French far-right press ‘incites hatred’ in attack on Muslim minister
A far-right magazine has sparked a firestorm of controversy by describing France's new education minister as a "Moroccan Muslim at the head of national education" and calling the appointment of the 36-year-old rising star a "provocation".
Moroccan-born Najat Vallaud-Belkacem is the first woman in French history to hold the office of education minister.
It is the latest step in a brilliant and so-far unstoppable career for the telegenic protégée of President François Hollande.
But far-right magazine Minute splashed a picture of her on the cover of its latest issue that hit newsstands on Wednesday with the caption: "A Moroccan Muslim heads the national education (ministry). The Najat Vallaud-Belkacem provocation."
It is not the first time the magazine has sparked outrage.
Earlier this year, it featured a cover picture of France's black Justice Minister Christiane Taubira and headlines which read: "Crafty as a monkey" and "Taubira gets her banana back."
In French, getting your banana back is roughly the equivalent of recovering the spring in your step.
Another far-right publication, “Valeurs Actuelles” (Modern Values) had the supposed front page of its Thursday edition leaked on Wednesday, including a picture of Vallaud-Belkacem above the words “The Ayatollah – an inquiry into the minister for re-education”.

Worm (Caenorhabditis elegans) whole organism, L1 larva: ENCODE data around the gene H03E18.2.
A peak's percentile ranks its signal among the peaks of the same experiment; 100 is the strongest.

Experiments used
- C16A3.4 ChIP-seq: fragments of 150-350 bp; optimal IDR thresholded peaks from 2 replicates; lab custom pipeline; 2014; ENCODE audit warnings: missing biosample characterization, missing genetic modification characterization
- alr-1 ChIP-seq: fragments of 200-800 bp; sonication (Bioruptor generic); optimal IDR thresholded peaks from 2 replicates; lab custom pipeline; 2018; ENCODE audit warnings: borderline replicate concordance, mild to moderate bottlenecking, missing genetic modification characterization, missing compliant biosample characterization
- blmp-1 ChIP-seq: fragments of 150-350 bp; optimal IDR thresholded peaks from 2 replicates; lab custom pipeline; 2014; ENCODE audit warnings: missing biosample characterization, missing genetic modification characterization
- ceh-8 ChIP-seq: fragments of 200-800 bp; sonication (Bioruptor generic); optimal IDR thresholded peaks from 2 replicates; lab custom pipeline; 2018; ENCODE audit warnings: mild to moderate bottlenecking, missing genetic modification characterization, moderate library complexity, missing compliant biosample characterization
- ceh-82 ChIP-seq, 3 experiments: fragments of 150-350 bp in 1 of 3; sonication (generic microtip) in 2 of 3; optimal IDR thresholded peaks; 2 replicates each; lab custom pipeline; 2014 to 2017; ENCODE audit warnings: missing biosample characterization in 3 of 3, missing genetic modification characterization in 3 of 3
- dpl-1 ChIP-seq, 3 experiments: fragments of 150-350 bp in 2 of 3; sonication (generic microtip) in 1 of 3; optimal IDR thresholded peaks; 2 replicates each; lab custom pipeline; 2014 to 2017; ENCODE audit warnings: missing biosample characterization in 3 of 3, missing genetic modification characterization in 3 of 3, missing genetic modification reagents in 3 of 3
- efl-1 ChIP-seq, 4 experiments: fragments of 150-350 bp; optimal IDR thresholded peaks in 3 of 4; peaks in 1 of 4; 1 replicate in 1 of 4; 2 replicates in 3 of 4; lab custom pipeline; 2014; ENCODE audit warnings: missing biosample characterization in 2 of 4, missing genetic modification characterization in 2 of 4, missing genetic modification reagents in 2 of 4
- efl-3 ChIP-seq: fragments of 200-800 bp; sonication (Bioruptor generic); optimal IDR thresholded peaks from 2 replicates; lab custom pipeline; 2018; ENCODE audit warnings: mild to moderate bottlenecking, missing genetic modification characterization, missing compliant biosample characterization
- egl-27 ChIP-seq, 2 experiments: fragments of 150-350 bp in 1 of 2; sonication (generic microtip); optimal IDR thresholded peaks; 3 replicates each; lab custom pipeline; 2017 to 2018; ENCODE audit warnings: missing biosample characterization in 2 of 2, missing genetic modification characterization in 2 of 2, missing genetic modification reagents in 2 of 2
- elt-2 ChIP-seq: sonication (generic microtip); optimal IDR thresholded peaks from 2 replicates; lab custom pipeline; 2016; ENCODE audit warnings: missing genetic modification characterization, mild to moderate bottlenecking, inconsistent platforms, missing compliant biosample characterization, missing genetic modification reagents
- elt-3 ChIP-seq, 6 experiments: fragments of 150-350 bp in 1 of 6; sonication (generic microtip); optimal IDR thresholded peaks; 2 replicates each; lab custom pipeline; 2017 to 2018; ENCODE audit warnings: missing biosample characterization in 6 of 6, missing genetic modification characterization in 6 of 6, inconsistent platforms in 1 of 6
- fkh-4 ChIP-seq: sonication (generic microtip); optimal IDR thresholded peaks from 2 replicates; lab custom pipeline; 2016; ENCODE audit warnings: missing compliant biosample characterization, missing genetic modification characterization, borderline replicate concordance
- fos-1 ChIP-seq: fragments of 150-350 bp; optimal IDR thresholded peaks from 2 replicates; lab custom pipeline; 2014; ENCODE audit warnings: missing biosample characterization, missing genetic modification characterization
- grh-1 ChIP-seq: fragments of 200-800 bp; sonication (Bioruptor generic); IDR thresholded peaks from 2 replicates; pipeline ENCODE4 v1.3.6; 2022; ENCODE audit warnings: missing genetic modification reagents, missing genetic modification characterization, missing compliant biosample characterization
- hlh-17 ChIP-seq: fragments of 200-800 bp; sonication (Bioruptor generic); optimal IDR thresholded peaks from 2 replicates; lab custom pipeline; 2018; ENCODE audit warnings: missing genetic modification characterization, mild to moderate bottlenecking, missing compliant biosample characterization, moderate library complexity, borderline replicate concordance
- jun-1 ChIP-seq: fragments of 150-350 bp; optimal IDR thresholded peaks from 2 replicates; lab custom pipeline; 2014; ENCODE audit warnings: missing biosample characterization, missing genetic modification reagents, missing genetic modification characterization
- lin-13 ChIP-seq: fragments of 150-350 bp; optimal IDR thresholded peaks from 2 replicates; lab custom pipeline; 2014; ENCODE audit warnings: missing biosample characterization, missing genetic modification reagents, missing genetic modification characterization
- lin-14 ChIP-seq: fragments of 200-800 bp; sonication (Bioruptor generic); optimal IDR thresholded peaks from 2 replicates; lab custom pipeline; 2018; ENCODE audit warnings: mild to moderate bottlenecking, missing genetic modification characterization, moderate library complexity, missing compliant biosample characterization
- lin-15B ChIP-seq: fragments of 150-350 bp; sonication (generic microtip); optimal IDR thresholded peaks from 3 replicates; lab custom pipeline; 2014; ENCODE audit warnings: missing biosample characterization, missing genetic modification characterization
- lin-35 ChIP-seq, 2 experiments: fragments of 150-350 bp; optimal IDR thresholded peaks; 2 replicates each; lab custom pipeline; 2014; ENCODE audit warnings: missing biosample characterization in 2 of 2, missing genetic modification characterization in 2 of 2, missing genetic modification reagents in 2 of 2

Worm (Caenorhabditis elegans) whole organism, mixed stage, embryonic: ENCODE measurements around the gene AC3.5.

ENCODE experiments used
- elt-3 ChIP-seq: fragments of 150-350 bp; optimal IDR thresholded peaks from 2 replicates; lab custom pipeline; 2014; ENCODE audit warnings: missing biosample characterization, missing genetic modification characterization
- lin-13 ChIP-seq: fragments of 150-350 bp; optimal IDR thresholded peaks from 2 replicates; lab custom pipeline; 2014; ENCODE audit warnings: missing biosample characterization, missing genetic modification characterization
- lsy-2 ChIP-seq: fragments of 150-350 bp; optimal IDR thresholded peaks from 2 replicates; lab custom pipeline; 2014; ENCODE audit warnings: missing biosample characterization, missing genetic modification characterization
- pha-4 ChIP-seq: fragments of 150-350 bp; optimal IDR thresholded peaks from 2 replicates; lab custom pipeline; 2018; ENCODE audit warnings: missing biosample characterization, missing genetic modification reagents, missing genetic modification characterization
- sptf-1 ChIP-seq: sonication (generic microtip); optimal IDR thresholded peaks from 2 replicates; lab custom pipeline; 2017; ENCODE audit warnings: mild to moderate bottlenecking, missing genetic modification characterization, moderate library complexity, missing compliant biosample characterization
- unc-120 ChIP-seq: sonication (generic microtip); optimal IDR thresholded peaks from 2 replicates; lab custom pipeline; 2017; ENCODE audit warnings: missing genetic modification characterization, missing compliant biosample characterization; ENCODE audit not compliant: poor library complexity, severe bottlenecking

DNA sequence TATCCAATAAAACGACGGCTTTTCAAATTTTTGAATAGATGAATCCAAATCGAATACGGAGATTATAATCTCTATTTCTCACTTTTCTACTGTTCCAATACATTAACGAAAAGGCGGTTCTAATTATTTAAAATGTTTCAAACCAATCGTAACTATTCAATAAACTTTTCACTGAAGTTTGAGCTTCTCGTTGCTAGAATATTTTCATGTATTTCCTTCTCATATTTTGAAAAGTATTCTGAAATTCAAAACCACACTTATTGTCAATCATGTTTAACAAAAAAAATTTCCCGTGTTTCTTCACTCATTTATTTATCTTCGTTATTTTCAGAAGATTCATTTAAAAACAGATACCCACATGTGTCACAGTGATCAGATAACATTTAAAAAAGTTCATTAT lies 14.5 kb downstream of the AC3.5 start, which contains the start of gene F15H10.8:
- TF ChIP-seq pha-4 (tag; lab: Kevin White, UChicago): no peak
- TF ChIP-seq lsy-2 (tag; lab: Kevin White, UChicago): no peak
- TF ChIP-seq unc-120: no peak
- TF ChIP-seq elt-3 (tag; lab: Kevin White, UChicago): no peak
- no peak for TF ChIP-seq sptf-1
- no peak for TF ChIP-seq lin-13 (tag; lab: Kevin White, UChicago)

‘Racism is not an opinion, but a crime’
The head of the ruling Socialist Party, Jean-Christophe Cambadélis, called for Minute magazine to be sued, calling it an “incitement to hatred”.
Meanwhile, the International League against Racism and Anti-Semitism described the cover as "shameful" and said those "spreading hate" had to be stopped.
Vallaud-Belkacem herself, who already found herself targeted by the far-right when she was minister for womens' rights, spoke out Wednesday against “Minute”.
“I call for respect ... And I repeat in particular that racism is not an opinion, but a crime,” she told the Associated Press.
Vallaud-Belkacem was born in the Moroccan countryside but grew up in the suburbs of the northern city of Amiens before heading to Paris to study.
She holds dual French and Moroccan nationality and has described herself as a "pure product of the Republic," an example of "happy integration" in a country which is home to the largest Muslim population in Europe.
(FRANCE 24 with AFP and AP)
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